Refueling in mid-air – that is the analogy Julia Raphaely, CEO of Associated Media Publishing in South Africa, gives to the evolution of publishing since the digital disruption.
“The magazine industry has been totally disrupted by technology,” Raphaely says in a new report from UPM and FIPP. “For many publishers, it’s been like fuelling the play while flying at full speed.”
It’s not easy – and it takes nerves of steel. Yet the voices of doom in our industry have fallen out of favor, as publishers evolve and embrace new models of success.
“Despite the emergence of digital channels, which have created the opportunity to communicate with audiences in an instant – wherever they are in the world at the simple touch of a button – print publishing has continued to thrive,” notes the executive summary of the report. “In fact, in the US, the top 25 print magazines reach more adults and teens than the top 25 prime time shows. While in the UK, in 2017, 24.6 million UK adults were reading news brands daily, and 36 million were reading magazines monthly.”
The question is clearly not “print or digital,” but “what role does print play in the mix of print, digital and experiential,” as the report notes. The creators of the report include case studies that clearly demonstrate print’s continued impact.
“Print is heavily edited and curated and it’s like an event that happens once a month … it’s a lean-back experience that I think gives a consumer a break from the intensity of the digital world. And I think increasingly that people are going to look for that.” — Hearst Magazines’ President Troy Young.
Rob Munro-Hall of Bauer Media believes the audience will always be there for a well-crafted product.
“With many of our bigger products, like Take a Break, there are other revenue streams outside of the print magazine that are really complementary,” Bauer notes. “I call that our 360 model, where we have a print brand in the middle of it with lots of satellite and brand extension products that sit all around it and do lots of different things.”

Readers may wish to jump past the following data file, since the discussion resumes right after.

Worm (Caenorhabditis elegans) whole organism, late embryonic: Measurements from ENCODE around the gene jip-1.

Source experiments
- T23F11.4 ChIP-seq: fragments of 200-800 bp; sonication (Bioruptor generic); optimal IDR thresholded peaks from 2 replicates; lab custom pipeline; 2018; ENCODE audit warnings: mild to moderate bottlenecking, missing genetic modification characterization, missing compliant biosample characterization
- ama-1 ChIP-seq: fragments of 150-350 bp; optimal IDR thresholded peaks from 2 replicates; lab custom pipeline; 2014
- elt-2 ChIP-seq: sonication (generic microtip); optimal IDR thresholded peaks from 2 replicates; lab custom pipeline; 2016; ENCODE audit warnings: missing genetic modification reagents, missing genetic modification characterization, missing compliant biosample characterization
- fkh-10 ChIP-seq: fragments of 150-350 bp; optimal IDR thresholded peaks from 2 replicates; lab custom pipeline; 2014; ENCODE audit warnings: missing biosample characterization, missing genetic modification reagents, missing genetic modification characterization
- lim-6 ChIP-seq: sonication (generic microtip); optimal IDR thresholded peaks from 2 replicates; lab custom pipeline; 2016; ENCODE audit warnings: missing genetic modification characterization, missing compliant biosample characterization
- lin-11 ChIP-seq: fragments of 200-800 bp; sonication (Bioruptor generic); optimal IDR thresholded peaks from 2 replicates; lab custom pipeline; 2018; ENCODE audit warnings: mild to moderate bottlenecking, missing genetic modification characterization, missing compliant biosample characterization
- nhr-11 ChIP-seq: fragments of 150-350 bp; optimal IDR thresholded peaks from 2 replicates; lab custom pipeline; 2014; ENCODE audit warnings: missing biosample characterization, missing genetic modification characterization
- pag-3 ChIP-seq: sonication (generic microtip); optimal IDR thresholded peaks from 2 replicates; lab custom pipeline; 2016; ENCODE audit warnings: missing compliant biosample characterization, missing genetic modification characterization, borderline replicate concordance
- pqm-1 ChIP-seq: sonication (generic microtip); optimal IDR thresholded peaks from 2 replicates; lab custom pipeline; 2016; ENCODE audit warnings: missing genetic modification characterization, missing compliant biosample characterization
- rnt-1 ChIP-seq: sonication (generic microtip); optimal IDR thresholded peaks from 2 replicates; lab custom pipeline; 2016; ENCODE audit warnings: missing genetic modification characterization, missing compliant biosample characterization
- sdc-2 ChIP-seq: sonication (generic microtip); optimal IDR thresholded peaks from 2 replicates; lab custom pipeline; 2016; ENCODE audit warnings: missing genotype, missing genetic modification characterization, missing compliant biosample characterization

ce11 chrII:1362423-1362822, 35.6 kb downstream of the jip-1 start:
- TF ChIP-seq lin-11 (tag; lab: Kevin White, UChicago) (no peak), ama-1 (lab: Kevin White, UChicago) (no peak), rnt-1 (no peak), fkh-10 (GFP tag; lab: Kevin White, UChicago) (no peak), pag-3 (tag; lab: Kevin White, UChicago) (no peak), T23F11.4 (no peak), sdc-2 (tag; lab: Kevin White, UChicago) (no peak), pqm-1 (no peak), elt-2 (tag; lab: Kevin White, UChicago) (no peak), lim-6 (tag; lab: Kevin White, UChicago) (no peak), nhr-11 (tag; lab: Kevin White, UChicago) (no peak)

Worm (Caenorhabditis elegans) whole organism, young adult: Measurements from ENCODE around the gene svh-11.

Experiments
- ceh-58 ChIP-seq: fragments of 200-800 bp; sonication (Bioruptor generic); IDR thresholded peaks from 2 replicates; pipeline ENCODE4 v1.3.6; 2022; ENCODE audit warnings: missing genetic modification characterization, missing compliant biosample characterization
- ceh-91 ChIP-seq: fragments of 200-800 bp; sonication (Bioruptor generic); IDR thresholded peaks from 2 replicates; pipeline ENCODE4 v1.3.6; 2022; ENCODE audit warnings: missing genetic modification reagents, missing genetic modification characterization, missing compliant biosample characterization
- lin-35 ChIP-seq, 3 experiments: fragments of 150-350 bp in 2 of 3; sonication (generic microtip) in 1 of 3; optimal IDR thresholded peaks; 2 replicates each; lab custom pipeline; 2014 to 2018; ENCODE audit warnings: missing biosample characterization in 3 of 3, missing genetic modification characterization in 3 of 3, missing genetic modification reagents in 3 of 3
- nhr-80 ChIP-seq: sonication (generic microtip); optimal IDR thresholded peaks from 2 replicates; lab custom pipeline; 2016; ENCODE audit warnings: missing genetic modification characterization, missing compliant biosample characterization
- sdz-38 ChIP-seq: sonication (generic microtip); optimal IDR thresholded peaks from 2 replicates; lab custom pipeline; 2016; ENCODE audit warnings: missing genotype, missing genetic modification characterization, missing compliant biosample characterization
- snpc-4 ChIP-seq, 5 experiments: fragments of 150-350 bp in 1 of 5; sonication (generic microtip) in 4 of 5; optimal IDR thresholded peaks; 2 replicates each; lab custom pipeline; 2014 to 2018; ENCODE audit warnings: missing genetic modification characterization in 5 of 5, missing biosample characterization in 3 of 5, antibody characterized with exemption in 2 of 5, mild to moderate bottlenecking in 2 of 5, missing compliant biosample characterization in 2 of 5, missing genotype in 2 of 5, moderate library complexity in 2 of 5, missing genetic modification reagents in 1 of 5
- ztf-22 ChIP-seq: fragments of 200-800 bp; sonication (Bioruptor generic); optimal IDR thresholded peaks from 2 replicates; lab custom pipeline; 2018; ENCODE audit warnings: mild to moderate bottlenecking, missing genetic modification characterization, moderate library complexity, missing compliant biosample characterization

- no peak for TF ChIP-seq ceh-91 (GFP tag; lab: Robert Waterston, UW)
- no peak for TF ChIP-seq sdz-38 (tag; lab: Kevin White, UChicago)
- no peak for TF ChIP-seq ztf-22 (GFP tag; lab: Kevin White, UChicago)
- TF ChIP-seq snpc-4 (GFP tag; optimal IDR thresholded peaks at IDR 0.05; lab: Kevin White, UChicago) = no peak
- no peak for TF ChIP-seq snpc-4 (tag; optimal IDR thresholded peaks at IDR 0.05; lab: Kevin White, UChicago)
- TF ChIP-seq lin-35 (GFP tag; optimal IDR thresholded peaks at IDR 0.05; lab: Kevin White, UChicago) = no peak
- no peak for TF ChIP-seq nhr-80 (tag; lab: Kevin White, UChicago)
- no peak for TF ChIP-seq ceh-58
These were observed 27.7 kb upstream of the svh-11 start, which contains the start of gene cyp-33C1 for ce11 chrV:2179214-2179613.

“A large part of our business is still powered by big, weekly publications,” Bauer adds.
While it might be expected for a brand that began in print to say that, Bauer sees a broader acceptance of the reverse publishing model, where publishers take their digital-first content and curate it to create print products.
“In fact, aside from simply being a shift in process to digital-first, some traditional digital-first brands have gone as far as to launch a new print offering for a specific audience, filling that print product with repurposed content originally created for digital channels,” the report notes, citing examples like Net-a-Porter, Allrecipes and Facebook.
“Our automotive title Parkers is a great example,” Bauer says. “It is a well-known consumer website – the most visited UK site for consumers looking for information about cars. At the heart of that business is pricing information, car specifications and data,” the report explains. “That information is now taken and published in a monthly magazine. That has created a very symbiotic relationship between the website and the print magazine.”
These examples offer great insights into why print is still such a solid force in the audience ecosystem. Grab your copy and dive in; it’s a worthwhile read for anyone looking for a deeper understanding of modern publishing strategy.